The arctic chill has already set in, and we have the cure for the next polar vortex: a hot cocktail. It’s never frowned upon to pour a little booze into your cup of coffee late in the evening, but there are a lot more delicious and complex combinations just waiting for you to try. Here’s a list of 11 hot cocktails you should make as soon as possible to combat winter blues and stay warm from the inside out.
Header image and recipe of Fernet Apple Hot Toddy from CHOW

1. Hot Buttered Rum

This hot buttered rum recipe has it all—butter, vanilla, brown sugar, cinnamon, and nutmeg—and is easy to make in a big batch, which you can freeze for individual servings. Use an ice cube tray and then you’ll be able to whip up one at a time with just boiling water and your liquor of choice.
Photo and recipe from Creative Culinary

2. Irish Coffee

Irish whiskey, like Jameson, is the perfect choice here and melds beautifully with the coffee and dark brown sugar. Homemade whipped cream is the secret that really makes this post-dinner drink so magical. Serve it with some biscotti for an easy dessert.
Photo and recipe from CHOW

3. Mulled Wine

If you’ve got a leftover bottle of wine around (or several half-bottles), a big pot of mulled wine is a genius way to use it up. With cloves, cinnamon, star anise, and mulling spices, if you have them, mulled wine is warm and comforting. If you’re looking for an additional kick you can add some brandy to the recipe.
Photo and recipe from CHOW

4. Wassail

Wassailing is a verb you don’t get to use very often, and it’s appropriate to take part in this Anglo-Saxon tradition while reveling with a mug of hot wassail. Our recipe has apple juice, cranberry juice, cloves, allspice, chopped fruit, and Calvados, the French apple brandy. Wassail is traditionally made around Christmas, but feel free to drink it anytime after Thanksgiving.
Photo and recipe from CHOW

5. Hot Gin Punch

Any batch cocktail you can serve warm from a teapot is a winner in my book. Hot gin punch is based on a recipe popularized in the mid-1800s. This version has brown sugar, pineapple, orange, lemon, honey, and Madeira. Take a sip—it’s an elegant way to warm up.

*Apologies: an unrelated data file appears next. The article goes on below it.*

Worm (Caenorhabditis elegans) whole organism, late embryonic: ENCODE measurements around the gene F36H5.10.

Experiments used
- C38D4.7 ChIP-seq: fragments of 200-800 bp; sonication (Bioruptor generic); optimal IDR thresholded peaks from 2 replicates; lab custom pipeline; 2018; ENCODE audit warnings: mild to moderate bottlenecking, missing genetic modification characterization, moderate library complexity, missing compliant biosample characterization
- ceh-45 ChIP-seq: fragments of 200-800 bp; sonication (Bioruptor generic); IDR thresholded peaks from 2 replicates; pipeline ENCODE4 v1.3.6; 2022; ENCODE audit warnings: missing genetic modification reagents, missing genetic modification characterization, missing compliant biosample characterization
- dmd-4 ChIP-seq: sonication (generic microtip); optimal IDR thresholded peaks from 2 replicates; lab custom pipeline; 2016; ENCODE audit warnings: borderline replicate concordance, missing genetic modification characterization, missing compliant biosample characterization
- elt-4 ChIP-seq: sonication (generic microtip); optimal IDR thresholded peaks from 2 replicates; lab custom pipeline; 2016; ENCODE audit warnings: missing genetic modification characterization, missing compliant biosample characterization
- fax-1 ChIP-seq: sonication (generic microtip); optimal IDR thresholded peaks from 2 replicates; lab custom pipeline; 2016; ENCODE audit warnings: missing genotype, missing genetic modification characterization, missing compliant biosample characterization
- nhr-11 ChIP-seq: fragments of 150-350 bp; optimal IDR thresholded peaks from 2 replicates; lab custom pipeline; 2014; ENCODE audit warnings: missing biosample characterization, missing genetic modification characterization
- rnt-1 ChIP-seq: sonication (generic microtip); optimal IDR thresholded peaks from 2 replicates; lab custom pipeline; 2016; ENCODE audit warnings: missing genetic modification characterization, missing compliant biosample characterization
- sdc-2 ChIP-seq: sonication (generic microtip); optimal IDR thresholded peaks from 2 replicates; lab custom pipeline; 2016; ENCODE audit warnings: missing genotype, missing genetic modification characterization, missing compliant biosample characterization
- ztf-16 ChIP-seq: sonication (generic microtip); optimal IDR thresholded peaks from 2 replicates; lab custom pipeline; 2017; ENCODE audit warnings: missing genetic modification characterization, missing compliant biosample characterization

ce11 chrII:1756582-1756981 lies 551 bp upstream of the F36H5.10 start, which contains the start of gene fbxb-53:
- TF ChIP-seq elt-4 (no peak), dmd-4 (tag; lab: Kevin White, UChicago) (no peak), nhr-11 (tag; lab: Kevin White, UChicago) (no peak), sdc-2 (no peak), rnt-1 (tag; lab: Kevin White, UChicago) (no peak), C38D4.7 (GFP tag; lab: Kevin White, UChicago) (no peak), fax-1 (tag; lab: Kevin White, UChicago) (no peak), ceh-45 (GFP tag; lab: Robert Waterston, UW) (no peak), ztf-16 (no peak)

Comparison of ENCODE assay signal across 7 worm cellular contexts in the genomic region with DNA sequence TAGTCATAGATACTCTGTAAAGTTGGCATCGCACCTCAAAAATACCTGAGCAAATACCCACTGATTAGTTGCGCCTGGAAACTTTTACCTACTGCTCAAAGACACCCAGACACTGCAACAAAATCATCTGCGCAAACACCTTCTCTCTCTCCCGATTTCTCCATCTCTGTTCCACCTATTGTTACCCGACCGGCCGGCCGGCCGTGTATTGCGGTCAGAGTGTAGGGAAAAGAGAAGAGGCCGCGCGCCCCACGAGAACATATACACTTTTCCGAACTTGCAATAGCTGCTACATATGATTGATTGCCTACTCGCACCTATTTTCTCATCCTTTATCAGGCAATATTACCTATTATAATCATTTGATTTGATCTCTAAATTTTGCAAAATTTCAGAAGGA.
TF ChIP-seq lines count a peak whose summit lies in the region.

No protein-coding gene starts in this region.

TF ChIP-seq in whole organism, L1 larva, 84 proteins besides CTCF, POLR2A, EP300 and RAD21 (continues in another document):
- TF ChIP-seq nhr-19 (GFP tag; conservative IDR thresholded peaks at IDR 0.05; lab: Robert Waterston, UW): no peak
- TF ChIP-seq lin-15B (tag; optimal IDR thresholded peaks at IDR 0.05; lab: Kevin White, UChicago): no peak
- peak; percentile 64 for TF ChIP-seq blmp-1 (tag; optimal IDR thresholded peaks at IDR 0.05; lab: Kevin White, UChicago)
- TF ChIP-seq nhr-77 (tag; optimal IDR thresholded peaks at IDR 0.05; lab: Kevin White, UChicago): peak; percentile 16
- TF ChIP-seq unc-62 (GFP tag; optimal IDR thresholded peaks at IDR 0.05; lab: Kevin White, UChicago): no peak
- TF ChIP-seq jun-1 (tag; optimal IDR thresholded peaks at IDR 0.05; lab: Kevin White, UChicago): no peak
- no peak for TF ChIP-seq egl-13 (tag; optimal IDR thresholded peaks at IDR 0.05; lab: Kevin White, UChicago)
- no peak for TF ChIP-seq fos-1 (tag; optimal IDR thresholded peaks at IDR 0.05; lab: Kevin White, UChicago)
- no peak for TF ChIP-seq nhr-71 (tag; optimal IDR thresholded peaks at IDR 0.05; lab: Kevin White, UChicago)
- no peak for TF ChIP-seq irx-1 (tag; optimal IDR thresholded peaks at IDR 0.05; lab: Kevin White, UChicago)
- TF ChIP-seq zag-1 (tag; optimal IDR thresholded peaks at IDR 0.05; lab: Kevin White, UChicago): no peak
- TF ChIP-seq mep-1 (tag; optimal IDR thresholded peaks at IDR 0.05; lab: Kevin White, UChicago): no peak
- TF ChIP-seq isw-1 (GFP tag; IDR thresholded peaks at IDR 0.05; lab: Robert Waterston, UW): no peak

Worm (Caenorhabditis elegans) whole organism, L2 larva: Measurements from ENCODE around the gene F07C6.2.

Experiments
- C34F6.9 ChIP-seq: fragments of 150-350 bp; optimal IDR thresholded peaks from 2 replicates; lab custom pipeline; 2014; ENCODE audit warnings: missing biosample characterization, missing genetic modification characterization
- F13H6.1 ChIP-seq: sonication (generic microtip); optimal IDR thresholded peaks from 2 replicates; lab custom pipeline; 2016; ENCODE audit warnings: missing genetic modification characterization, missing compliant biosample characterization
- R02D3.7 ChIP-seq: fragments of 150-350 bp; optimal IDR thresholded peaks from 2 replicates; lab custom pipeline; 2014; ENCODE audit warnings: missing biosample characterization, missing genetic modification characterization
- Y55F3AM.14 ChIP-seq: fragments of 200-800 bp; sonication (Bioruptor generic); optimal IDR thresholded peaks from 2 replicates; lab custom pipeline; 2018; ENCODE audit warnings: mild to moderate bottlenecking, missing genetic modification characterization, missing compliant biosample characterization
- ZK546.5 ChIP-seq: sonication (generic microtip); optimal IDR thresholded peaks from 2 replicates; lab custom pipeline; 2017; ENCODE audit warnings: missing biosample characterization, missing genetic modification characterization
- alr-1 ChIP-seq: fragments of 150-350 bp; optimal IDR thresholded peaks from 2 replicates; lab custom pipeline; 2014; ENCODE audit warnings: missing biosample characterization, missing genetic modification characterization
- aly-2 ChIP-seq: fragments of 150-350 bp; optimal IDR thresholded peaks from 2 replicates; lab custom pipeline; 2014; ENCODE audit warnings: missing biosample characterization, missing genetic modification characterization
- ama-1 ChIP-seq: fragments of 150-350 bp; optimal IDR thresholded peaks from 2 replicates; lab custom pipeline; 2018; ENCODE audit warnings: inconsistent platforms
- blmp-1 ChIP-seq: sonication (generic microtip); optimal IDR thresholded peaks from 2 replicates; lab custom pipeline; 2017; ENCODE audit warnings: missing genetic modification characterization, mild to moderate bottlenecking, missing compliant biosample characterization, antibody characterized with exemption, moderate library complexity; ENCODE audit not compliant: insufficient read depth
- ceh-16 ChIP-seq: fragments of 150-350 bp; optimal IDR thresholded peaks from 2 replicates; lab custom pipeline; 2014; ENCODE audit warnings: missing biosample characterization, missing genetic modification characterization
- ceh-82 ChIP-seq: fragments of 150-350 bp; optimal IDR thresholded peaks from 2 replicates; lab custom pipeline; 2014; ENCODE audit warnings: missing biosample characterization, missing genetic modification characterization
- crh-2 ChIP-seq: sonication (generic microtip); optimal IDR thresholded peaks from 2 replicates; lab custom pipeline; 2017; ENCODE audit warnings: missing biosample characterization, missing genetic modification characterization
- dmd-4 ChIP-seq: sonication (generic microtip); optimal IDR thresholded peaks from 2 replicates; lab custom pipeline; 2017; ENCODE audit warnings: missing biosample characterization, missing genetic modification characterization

Photo and recipe from Robb Report

6. Glögg

Glögg is a Scandinavian wine punch that is served piping hot. It’s popular in Sweden and easy to adapt to any taste. Martha’s recipe features blanched almonds, raisins, numerous spices, port, Cognac, and red wine. This combination is very strong, so be sure to sip slowly.
Photo and recipe from Martha Stewart

7. Boozy Hot Chocolate

This bourbon-spiked hot chocolate is extremely rich and is a fantastic drink to serve as dessert. You can use hot water or milk, and add a little cream or half-and-half if you really want to make it luxurious. With a handful of mini marshmallows, boozy hot chocolate is always a good choice.
Photo and recipe from Sugar Dish Me

8. Peppermint Patty

This peppermint hot chocolate recipe is so easy you can have it ready to go in a minute or less. Make your favorite hot chocolate (using a mix is OK, we won’t tell anyone) and then pour in an ounce of peppermint schnapps. Mint and chocolate are an unbeatable combination, and with some whipped cream, this is perfection.
Photo and recipe from Daily Noff

9. Bourbon Hot Cider

Honeycrisp and bourbon spiced cider with fresh ginger will cure what ails you. Almost as good as eating an apple a day to keep the doctor away, this cider should be steeped for at least an hour to let the flavors meld. It reheats well and is easy to scale up to serve a large group.
Recipe and photo from Spoon Fork Bacon

10. Hot Toddy

The hot toddy is the quintessential hot cocktail. Boiling water, lemon, tea of your choice, honey, and whiskey are the foundation of this classic winter cocktail. You can use herbal tea or any kind of black tea, and trade the honey for agave, brown sugar, or even maple syrup.
Apple Brandy Hot Toddy photo and recipe from CHOW

11. Port Toddy

If you liked the hot toddy, try the port toddy. Ruby port is sweet and nuanced, and is delicious with the lemon, orange, and cinnamon in this drink. A little less alcoholic than its sister, the port toddy should definitely be added to your winter lineup.
Photo and recipe from New York Times

Caitlin M. O'Shaughnessy is a New York City–based food writer and editor at Penguin who has worked on and recipe-tested several cookbooks. She is currently in search of NYC’s best ramen, and is one of the few people who admit to disliking brunch.
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